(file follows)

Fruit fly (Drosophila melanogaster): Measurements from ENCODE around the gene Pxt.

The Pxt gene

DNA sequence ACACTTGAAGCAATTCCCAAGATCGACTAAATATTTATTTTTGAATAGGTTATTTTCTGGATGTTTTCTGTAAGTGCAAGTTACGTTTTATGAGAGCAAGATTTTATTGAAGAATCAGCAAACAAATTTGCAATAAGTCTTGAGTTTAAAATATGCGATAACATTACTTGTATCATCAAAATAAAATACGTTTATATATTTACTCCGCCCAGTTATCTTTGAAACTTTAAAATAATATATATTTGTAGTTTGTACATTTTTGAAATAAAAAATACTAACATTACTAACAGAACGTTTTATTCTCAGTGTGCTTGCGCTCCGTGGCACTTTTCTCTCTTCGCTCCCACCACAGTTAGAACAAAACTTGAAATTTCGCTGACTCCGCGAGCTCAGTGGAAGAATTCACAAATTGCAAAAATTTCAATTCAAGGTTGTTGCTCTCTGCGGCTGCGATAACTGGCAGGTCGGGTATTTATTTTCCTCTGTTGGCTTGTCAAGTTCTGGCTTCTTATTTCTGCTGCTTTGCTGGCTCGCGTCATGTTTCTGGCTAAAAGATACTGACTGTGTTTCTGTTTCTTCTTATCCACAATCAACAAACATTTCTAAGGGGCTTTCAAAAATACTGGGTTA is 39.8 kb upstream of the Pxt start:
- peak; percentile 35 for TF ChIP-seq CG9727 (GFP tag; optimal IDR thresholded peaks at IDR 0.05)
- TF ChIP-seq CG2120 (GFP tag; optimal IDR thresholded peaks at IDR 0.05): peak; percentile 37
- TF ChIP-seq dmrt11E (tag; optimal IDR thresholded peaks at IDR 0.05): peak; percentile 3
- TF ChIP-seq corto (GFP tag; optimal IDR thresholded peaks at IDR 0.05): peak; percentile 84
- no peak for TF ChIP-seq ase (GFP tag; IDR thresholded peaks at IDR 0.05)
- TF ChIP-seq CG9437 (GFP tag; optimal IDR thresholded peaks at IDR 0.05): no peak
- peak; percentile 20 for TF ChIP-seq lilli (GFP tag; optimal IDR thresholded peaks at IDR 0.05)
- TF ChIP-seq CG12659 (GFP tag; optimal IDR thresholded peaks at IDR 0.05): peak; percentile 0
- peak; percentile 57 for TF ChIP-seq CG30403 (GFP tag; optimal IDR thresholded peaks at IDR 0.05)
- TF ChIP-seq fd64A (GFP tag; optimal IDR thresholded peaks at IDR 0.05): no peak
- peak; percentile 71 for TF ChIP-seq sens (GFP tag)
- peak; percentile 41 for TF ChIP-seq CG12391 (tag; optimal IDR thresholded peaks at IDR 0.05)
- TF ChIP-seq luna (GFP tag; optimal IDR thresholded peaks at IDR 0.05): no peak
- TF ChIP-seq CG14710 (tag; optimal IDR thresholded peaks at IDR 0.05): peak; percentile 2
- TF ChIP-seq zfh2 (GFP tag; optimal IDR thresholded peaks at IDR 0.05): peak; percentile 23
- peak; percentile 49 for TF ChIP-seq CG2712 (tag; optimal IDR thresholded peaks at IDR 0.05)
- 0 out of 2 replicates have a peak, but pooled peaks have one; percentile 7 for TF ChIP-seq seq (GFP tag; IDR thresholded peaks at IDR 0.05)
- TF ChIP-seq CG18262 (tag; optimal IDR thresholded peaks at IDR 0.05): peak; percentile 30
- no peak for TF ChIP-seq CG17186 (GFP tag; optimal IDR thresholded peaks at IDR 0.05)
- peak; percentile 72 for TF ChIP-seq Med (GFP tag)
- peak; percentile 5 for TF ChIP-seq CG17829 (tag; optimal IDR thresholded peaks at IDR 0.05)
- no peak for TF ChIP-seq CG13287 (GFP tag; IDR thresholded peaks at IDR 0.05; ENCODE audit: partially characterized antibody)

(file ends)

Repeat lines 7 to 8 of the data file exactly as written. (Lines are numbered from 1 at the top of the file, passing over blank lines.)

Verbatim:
- TF ChIP-seq corto (GFP tag; optimal IDR thresholded peaks at IDR 0.05): peak; percentile 84
- no peak for TF ChIP-seq ase (GFP tag; IDR thresholded peaks at IDR 0.05)